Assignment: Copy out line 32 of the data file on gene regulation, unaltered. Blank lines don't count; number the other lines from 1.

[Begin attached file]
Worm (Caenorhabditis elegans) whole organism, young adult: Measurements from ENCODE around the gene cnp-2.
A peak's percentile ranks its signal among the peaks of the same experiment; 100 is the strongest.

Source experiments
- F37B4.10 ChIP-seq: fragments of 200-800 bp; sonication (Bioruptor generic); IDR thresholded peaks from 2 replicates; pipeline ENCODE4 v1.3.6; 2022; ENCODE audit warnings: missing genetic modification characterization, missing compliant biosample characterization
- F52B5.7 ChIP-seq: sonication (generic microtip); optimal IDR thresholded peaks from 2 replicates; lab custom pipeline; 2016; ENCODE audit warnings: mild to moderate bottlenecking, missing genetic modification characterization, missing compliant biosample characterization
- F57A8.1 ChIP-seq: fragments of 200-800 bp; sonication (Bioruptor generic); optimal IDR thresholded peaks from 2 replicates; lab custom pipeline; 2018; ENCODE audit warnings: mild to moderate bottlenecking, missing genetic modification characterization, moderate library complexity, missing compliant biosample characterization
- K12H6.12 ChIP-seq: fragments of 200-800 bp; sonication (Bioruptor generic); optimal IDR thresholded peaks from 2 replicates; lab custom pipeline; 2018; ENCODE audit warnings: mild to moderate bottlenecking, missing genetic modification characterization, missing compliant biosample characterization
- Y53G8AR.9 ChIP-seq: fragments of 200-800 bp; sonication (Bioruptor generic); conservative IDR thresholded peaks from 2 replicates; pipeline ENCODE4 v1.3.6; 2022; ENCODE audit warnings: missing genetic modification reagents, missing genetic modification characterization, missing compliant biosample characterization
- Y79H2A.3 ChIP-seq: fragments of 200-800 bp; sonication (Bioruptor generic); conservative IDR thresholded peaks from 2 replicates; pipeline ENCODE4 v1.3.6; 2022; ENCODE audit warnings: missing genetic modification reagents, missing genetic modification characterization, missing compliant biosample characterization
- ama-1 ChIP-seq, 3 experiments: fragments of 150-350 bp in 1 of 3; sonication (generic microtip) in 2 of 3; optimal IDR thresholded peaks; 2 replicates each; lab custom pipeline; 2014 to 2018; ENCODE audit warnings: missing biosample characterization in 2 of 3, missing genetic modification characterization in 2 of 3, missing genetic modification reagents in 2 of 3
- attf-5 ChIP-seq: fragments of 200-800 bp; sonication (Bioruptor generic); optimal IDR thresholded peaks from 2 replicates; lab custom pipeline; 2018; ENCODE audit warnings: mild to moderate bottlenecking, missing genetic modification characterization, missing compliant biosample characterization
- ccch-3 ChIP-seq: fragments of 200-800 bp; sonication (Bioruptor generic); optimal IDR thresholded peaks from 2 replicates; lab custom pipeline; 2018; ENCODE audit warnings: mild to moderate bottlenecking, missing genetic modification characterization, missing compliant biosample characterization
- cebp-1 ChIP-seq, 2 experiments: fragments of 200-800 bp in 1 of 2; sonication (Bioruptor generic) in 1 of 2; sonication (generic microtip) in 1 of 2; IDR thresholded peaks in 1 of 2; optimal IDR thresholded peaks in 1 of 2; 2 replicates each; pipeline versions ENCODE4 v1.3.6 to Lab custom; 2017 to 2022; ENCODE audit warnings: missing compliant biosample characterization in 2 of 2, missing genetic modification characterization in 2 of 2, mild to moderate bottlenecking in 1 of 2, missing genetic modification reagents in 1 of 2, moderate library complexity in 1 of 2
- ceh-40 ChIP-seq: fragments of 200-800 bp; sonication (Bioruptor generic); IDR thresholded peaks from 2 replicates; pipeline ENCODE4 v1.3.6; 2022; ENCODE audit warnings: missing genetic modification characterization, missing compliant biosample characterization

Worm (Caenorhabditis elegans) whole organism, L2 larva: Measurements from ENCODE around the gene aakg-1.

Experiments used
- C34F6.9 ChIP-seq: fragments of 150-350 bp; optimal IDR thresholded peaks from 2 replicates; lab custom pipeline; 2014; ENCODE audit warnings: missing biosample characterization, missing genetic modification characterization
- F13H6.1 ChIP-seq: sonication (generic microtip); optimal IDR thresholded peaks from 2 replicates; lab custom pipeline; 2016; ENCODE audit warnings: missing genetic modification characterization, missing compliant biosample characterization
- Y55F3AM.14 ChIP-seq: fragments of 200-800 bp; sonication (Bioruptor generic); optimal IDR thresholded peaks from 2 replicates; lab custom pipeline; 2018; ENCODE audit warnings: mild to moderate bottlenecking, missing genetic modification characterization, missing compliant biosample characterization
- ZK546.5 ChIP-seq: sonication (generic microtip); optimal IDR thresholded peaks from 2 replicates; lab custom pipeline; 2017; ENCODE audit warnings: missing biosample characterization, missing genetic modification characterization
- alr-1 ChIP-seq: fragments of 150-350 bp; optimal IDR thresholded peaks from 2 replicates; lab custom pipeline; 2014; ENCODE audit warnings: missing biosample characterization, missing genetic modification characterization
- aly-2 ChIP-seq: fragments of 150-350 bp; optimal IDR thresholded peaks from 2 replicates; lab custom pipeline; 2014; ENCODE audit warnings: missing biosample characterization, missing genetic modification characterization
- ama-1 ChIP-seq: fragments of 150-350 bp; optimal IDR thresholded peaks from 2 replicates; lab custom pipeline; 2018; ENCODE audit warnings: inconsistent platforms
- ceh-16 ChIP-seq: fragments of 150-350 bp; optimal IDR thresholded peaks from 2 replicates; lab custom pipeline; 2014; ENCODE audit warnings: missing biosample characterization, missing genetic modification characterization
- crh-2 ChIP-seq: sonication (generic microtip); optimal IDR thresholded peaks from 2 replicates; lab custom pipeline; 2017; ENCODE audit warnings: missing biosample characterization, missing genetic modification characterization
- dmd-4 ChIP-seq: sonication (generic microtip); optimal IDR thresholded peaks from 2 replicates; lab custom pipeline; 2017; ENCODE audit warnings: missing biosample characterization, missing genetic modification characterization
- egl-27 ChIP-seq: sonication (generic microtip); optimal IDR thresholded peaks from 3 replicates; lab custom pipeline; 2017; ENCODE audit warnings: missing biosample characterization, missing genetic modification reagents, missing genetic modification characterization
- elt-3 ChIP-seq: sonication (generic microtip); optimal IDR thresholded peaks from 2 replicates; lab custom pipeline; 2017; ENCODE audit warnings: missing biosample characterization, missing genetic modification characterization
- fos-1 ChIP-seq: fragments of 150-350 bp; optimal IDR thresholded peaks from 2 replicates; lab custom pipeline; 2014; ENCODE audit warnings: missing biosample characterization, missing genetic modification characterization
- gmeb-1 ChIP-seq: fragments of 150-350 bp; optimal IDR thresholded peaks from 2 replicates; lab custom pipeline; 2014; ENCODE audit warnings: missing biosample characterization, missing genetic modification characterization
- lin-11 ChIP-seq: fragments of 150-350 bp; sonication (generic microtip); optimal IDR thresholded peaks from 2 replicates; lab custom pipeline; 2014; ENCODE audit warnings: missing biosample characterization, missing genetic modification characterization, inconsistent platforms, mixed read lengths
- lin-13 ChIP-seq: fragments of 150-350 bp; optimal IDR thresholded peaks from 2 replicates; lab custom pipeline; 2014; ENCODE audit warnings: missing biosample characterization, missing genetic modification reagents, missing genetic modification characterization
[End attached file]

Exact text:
- lin-13 ChIP-seq: fragments of 150-350 bp; optimal IDR thresholded peaks from 2 replicates; lab custom pipeline; 2014; ENCODE audit warnings: missing biosample characterization, missing genetic modification reagents, missing genetic modification characterization